London betrayed a similar organization. To the north of a river then without name, the first peoples had laid a pattern over the land’s hills, woods and banks. The forebears’ original design, as the extant Roman delineations in the City suggested, still exercised considerable sway over the descendants’ imagination and constrained the alterations they might make to it. Later changes to the cityscape found themselves not far from the bounds set out by those first strokes.
In the implementation of the parish system, centuries-long and unsystematic in its principle, I thought to see precisely just such an overlay of Londinium. The Angles and Saxons had perhaps not much altered the grounds of what the Romans had left behind, but the arrival of Christianity on those shores and mass conversions paved the way for the cityspace’s own reorganization. In scattered corners of old Londinium rose new houses of worship which, in keeping with the believer’s presumed commitment to the whole of Christian living, stood as the center of gravity in the person’s life.
Birth might be dated from the child’s baptism in the nearest church; marriage before God united two individuals at life’s transition from given to giver; death brought the corpse back to the house’s folds for funerary rites and then into its churchyard. If life so began and ended therein and the church gathered worshippers every seventh day, then it would seem a foregone conclusion to those in power to re-lay city lines on the basis of the churches. Naturally, each of the latter went on to become the center of a district unto itself: the locus of civil administration. So did the overlay renew in the individual parishes.
Yet it would prove misleading to see in the new city lines a new order sprung from nothing. For founders erected churches in places already possessed of a history. City gates provided a natural point of orientation, and the neighborhoods surrounding a community with an identity already established to a greater or lesser extent. If these points and surfaces influenced the founders’ decisions to build here or there, the churches’ names, and, by extension, the parishes’, flowed from designations likewise not of the founders’ making. Christian buildings received the designation -within or -without in reference to the pagan walls, as well as suffixes owing to a number of sources, be they street names, extant buildings, popular communities, vernaculars or geographical entities.
Accordingly, extant structures of both language and history channeled new forces within the city along the lines of a mold, always already there. In places, the depth of such forces may have overrun the mold and spilled over the bounds established thereby. This fails to diminish the role which the underlying mold played in the city’s reorganization. Much the same could be said of the minor, local transformations following thereafter.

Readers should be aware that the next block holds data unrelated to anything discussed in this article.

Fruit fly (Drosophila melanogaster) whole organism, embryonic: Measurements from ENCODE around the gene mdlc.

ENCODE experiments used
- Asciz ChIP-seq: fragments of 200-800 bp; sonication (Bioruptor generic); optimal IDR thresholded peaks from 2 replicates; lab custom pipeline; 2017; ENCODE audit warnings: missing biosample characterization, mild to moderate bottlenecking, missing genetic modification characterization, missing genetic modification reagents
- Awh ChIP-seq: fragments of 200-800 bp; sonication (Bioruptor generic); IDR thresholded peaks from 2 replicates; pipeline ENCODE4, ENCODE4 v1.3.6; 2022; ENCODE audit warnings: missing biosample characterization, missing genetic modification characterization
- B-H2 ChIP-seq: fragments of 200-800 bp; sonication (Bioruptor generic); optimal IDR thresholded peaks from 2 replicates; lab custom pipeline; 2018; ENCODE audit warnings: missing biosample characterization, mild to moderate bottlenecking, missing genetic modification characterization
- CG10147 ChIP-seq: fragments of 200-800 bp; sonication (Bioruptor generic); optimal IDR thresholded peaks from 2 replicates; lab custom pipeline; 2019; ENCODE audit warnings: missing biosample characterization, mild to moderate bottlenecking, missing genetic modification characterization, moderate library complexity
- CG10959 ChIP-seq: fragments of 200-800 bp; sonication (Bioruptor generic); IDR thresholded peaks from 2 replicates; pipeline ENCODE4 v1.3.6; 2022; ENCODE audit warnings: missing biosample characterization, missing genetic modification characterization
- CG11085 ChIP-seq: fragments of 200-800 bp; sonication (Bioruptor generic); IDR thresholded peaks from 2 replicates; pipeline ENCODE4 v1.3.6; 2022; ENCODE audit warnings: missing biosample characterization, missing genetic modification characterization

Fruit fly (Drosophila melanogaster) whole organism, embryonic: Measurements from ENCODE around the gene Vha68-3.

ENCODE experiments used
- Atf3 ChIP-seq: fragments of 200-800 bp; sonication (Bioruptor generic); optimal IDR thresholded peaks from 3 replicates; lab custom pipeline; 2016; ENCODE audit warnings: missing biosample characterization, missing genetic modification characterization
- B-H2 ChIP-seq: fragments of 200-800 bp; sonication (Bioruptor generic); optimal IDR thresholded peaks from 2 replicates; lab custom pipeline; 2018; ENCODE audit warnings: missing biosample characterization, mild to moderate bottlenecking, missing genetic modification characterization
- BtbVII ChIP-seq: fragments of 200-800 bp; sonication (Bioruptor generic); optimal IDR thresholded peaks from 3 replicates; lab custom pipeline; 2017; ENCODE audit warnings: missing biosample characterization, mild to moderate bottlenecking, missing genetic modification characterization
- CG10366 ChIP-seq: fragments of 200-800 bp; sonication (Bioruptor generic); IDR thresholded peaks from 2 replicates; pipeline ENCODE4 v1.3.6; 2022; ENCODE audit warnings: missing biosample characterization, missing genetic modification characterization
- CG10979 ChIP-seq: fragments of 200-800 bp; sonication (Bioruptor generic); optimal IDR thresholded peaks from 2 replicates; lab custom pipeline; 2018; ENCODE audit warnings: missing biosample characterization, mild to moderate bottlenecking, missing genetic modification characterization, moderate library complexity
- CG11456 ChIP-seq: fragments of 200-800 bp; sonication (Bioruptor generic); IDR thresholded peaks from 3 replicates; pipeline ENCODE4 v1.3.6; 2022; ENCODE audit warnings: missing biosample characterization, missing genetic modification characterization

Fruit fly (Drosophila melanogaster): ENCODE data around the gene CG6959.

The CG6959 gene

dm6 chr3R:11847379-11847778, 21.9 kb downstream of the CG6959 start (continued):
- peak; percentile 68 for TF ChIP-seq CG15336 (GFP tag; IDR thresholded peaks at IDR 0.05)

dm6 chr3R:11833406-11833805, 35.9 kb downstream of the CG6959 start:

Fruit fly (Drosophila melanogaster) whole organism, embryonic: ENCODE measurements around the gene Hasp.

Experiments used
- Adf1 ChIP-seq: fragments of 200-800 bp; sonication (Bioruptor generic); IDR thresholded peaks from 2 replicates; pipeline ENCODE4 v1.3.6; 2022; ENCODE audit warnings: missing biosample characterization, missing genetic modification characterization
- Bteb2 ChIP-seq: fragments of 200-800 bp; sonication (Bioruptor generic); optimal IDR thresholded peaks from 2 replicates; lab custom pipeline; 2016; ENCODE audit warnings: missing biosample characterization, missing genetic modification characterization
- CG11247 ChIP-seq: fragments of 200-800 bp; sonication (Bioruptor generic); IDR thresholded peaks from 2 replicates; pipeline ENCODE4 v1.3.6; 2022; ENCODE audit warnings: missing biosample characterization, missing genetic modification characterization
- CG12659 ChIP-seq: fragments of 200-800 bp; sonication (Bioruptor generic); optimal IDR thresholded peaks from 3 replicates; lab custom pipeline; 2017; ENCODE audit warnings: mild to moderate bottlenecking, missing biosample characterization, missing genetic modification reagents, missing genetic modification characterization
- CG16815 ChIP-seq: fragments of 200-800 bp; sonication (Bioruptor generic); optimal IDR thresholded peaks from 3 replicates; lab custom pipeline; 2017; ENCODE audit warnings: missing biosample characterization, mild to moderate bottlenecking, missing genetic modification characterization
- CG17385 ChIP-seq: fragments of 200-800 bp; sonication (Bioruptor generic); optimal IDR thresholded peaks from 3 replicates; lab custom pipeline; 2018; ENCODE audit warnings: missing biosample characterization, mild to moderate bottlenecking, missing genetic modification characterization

More calamitous times wiped the slate, or, to keep with my metaphor, the mold, clean in a way which peacetime could not envision. If the latter could allow for the creation of new churches due to growth in the different parishes, it could not countenance the more thoroughgoing alterations which the former prepared the way for. With the destruction of the Great Fire and the Blitz came opportunities for rebuilding and recasting the lines of the city’s parishes. From the medieval streets naves and belfries disappeared or sometimes churches altogether. Smaller, dying parishes pooled while life remained them while the larger, more fertile cast their seed about.
Behind such transformations lurked a mind or a collection of minds free to rework, if not the mold entirely, at least those lines which they found displeasing. Certainly, they could not do away with all lines; to do away with all lines was to do away with the mold as a concentration of arbitrary power and, hence, that material on which they would work. So, they found themselves always needful of the mold, always careful to build in some continuity with extant materials and structures. Into the void left by calamity stepped an opportunistic but constrained cabal.
Before London’s history, I asked of myself, if no one else, whether the whole necessarily altered in times of crisis alone, whether there not be a way of provoking transformation without recourse to crisis, violence and ruin.
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